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Sunday, August 18, 2019  Spokane, Washington  Est. May 19, 1883
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‘Red Joan’ review: Yay! Judi Dench gets star billing! But boooo – she’s only in it for a little while

Judi Dench in the movie “Red Joan.” (IFC Films)
Judi Dench in the movie “Red Joan.” (IFC Films)
By Moira Macdonald Seattle Times

Judi Dench gets star billing in “Red Joan,” a based-on-fact British drama about an elderly widow abruptly arrested by the British Secret Service on suspicion of providing classified information to the Soviet Union during World War II. But if you watch it expecting a glorious Denchian wallow – like, most recently “Victoria & Abdul” or “Philomena” – you’ll be disappointed. Dench is only in the film for a small fraction of its running time; most of it takes place in the past, with Sophie Cookson playing a young version of Joan.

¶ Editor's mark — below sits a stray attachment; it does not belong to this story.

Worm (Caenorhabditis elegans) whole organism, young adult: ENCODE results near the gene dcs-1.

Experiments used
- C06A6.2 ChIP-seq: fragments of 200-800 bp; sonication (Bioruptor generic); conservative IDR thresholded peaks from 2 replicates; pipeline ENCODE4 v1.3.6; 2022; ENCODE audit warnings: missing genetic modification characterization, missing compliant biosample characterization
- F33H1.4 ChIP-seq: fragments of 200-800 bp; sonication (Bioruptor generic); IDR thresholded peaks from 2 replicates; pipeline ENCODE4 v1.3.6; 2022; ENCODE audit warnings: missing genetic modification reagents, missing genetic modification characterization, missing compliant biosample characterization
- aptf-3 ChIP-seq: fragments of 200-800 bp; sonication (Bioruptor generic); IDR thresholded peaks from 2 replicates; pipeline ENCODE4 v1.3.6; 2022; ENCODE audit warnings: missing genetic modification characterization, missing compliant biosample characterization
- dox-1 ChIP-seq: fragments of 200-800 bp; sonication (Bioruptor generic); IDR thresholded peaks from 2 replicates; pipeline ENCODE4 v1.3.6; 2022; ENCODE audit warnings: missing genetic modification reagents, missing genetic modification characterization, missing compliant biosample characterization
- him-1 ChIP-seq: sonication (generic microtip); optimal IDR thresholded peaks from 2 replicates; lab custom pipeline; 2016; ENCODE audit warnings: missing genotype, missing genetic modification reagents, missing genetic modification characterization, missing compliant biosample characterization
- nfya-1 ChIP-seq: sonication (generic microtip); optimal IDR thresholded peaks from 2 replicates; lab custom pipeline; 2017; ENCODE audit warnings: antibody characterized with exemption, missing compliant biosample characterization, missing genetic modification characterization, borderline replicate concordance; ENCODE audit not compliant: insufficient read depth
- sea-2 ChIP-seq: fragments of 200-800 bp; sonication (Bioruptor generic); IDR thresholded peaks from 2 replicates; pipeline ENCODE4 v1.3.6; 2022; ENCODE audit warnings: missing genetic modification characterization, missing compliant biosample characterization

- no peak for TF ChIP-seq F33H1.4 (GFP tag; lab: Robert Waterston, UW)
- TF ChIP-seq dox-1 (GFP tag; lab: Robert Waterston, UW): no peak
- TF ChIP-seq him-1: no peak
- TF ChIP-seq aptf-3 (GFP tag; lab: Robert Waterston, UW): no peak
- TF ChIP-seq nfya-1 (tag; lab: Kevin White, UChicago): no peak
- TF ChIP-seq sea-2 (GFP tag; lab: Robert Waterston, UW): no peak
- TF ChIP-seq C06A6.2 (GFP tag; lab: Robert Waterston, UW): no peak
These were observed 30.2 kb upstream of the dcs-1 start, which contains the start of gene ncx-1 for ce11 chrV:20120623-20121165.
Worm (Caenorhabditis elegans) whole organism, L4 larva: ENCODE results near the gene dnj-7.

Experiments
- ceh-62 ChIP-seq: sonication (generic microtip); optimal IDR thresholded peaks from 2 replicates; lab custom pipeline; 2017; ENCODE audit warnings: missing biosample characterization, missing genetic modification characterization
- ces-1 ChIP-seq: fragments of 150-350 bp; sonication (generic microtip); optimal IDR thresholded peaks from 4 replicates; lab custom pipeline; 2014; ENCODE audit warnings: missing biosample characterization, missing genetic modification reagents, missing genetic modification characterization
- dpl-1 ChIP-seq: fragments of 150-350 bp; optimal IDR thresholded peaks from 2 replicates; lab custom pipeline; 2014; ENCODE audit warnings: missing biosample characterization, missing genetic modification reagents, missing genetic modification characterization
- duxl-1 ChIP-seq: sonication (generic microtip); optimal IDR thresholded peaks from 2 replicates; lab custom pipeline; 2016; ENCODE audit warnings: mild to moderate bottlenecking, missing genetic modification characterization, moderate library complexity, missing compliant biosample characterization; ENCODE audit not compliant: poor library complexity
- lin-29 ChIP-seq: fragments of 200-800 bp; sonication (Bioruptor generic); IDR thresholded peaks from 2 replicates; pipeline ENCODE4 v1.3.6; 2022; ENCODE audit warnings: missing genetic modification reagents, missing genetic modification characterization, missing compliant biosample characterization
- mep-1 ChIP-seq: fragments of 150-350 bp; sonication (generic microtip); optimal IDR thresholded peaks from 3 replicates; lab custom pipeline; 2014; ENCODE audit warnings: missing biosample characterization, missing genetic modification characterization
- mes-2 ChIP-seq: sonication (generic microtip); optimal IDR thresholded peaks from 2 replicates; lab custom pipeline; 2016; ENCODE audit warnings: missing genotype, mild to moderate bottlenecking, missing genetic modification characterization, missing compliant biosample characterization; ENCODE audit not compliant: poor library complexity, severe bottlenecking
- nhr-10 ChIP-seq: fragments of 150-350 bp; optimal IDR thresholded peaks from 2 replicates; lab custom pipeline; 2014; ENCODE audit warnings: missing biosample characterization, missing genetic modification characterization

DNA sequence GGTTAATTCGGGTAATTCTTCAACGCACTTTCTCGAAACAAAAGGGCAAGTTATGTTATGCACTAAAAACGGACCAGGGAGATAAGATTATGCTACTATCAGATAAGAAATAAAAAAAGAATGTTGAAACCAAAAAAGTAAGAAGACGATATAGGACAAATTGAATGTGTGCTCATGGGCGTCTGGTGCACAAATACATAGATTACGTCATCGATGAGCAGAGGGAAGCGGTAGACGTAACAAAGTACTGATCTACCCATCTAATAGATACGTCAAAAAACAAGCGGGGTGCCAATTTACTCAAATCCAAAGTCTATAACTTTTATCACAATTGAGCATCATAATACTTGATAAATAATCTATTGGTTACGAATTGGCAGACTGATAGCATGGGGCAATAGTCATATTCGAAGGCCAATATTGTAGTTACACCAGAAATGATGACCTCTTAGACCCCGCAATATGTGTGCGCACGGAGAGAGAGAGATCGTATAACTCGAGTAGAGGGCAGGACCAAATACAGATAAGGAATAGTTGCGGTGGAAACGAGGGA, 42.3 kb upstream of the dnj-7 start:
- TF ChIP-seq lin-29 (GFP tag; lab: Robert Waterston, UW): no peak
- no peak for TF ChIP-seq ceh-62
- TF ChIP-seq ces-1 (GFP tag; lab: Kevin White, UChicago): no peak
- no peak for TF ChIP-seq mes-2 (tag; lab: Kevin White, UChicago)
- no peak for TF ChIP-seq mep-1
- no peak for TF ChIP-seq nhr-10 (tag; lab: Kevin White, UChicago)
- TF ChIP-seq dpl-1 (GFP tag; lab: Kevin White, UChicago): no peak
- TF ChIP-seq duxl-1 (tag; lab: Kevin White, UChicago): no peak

In those sequences, “Red Joan” is a handsome film, and Cookson – in the sort of role frequently played by Keira Knightley – does well as a bright young scientist at Cambridge University and later at the Tube Alloys Project, a secret mission researching development of the atomic bomb. But director Trevor Nunn, a legendary theater director who rarely works in film, can’t seem to make this part of the movie (which is to say, most of it) distinctive. Young Joan falls in love, first with a dashing Russian student, then with her TAP boss. Young Joan experiences crises while attractively posed on the glorious Cambridge campus. Young Joan becomes friends with Alan Turing … no, wait, that’s “The Imitation Game,” a movie “Red Joan” frequently appears to be channeling.

Pity, because this is a fascinating story; based on a novel by Jennie Rooney that was inspired by the life of Melita Norwood, a British civil servant who was in her 80s when publicly accused of revealing state secrets during the war. And Dench, in her limited screen time, gives us tantalizing hints of who this weary-looking woman, slumped by the weight of secrets, might be. Gazing at her son (Ben Miles), an attorney who’s defending Joan despite being furious with her, she holds her mouth tightly shut; a closed door against the past. You sense that this woman has spent a lifetime not saying things, and that all she wants is to quietly be allowed to fade away.

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